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Peavey IPR class D amps - Page 3

post #61 of 958
On another thread Bosso posted the Marathon Ma-Dj5000 amp...Its $250 and these are its specs.


Dj series power amplifier

power handling:
2 x 700 watts @ 8 ohms,
2 x 1400 watts @ 4 ohms,
up to 5000 watts @ 8 ohms bridge

weight: 16 lbs

Im curious!!
post #62 of 958
How do you have 5000 watts bridged at 8ohms with the stereo specs so much lower?

lol, I like the "up to" part. Probably 5000 watts max in .1% of situations for a max time of 1ms.
post #63 of 958
Must be PEAK power!!!
post #64 of 958
Quote:
Originally Posted by ENiGmA1987 View Post

Doesn't "continuous" generally mean continuous? As in 24 hours of continuous power? I am confused as to how continuous can have any other meaning when it comes to amplifier power...

I'm with you on this one. When manufacturers claim continuous it should
imply the amplifier can operate for a long period of time, not 1 second
samples ... in the marketing world, to them, they don't understand the
continuous concept and there is a time element involved as real world tests
have revealed how badly many amplifiers perform when subject to "continous rms testing".
post #65 of 958
Quote:
Originally Posted by noah katz View Post

"Continous for how long ?"

You're the one who cares.

"Storage caps aka rail caps won't be higher in potential than the rails themselves "

But those rails can be at higher potential than is ever delivered to the speaker terminal.

In principle you could have the storage caps at 1000 V PWM'ing a lower voltage audio signal through a filter cap to the speakers.

I'm pretty sure I'm undefeated at smelling out amplifier turds, 100% track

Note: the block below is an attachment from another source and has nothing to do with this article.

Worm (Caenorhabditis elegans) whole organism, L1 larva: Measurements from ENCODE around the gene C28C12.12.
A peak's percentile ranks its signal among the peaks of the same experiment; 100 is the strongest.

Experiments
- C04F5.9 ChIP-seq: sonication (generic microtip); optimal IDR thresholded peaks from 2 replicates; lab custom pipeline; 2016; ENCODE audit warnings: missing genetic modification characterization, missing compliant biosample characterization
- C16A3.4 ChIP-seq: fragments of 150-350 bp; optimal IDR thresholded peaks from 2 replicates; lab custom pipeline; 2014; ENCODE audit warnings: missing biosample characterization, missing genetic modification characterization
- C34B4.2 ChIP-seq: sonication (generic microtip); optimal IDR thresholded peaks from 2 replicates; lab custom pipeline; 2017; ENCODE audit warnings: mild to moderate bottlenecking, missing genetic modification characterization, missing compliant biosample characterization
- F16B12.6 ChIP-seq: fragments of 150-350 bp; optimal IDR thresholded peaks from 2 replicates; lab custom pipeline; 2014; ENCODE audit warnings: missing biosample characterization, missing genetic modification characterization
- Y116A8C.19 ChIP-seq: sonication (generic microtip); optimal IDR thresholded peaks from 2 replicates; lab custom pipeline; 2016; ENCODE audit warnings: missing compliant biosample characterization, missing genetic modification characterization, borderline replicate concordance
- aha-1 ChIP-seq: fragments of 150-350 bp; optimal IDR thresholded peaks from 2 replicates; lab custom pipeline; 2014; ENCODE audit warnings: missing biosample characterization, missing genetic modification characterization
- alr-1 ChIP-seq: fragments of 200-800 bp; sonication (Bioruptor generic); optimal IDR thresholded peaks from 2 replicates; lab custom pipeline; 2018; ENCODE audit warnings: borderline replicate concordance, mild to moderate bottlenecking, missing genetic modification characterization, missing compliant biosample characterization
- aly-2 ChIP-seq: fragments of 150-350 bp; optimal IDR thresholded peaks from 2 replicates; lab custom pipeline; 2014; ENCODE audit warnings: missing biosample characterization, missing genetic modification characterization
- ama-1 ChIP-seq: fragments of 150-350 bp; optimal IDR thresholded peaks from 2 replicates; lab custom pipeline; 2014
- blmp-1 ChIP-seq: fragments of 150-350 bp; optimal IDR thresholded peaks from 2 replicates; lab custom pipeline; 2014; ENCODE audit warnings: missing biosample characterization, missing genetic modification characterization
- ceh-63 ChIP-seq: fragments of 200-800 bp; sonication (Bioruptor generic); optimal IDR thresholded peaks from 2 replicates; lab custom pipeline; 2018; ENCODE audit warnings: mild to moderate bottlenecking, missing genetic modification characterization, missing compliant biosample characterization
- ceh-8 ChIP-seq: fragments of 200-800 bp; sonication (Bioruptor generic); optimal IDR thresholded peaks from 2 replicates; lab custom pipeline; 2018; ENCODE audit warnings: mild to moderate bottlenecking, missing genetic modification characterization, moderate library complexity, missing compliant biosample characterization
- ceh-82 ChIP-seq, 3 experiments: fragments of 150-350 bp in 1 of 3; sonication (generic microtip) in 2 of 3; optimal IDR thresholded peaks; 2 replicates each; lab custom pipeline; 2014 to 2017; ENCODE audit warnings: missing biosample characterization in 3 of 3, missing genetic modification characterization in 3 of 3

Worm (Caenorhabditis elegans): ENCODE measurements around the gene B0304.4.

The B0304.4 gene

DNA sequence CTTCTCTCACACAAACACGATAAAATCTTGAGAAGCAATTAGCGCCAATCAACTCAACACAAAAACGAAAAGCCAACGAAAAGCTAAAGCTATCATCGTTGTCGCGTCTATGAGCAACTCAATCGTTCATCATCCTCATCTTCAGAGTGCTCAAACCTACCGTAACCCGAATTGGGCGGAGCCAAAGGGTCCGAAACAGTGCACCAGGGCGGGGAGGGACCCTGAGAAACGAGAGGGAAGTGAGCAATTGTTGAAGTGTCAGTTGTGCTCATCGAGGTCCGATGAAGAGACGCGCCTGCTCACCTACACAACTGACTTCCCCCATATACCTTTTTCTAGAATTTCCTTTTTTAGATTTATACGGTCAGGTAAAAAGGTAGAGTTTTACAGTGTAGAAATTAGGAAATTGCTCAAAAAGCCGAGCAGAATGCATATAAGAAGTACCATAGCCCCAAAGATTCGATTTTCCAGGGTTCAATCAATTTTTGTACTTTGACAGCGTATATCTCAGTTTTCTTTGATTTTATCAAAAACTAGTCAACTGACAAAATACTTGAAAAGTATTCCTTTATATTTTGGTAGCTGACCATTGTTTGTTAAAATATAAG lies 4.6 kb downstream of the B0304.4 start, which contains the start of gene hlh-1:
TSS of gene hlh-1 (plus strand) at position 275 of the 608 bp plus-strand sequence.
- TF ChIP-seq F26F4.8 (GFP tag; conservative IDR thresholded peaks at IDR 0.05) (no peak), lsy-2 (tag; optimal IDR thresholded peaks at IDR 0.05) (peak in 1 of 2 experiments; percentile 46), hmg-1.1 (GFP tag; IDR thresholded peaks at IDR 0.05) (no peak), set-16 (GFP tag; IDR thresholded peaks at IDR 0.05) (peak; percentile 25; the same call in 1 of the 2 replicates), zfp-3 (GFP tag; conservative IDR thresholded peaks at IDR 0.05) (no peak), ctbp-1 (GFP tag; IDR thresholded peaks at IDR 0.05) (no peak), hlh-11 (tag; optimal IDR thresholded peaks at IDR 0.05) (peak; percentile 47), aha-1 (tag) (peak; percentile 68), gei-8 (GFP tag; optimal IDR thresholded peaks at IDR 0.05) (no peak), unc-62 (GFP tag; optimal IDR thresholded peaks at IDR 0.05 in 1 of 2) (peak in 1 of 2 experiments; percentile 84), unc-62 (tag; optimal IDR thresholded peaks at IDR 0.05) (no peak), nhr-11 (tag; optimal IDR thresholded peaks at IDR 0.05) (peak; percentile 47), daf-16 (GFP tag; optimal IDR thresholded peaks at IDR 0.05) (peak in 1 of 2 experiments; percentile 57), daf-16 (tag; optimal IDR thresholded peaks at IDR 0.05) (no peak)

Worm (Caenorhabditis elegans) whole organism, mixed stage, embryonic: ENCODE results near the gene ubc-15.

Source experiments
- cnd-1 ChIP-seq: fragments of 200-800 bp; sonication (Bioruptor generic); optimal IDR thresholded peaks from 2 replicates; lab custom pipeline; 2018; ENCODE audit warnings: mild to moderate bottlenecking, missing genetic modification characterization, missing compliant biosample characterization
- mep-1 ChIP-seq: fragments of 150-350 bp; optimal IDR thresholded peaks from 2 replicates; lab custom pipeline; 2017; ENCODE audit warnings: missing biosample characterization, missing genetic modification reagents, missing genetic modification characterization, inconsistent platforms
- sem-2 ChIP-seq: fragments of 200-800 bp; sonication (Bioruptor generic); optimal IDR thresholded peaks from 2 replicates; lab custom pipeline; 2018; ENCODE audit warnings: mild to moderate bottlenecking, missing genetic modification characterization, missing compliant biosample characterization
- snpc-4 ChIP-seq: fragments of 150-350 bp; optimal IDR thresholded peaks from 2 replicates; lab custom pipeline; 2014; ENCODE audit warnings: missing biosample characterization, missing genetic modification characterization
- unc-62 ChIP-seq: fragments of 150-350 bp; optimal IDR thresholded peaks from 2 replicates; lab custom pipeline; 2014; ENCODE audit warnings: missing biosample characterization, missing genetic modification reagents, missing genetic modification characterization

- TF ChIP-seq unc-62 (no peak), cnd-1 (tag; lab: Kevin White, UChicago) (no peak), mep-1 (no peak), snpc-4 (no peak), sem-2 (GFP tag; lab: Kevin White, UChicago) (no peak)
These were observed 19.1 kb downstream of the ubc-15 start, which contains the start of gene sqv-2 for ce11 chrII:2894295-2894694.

record by using common sense electronics analysis. Not to mention many
people have learned from my amplifier babble as posted on AVS over
the years.

My money is that Peavey created a turd "as advertised". It's not a turd in
reality as it's real numbers will be less and it's ok if you know what it really
does, but the marketing people need spanking.

You can theorize on how this may be possible, but to me the discussion
is simple -> it's an over marketed product. What is really does will eventually
be revealed someday and people will accept it for what it is vs. marketing
babble. If for some silly reason I'm wrong in my analysis and this goose lays
the golden egg, then it would be my first failed attempt at amplifier
analysis.
post #66 of 958
Quote:
Originally Posted by penngray View Post

On another thread Bosso posted the Marathon Ma-Dj5000 amp...Its $250 and these are its specs.


Dj series power amplifier

power handling:
2 x 700 watts @ 8 ohms,
2 x 1400 watts @ 4 ohms,
up to 5000 watts @ 8 ohms bridge

weight: 16 lbs

Im curious!!

I'd be shocked if it did > 2kw using an rms test, both channels driven.
post #67 of 958
Quote:
Originally Posted by Th3_uN1Qu3 View Post

Meh, i'd just mail Peavey and ask them the true RMS power. Or, when i get a scope, i promise i'll buy the latest and greatest in pro audio tech (as long as it's $300 ), and test it for you.

I went to an audio store today to ask for a subwoofer amp for a friend's car. I said i wanted about 150 RMS in bridged mode, the sales guy recommended me a Magnat amp, 75wpc, 150 bridged he said. While the amp had "600 Watts" written on it. At least he was honest.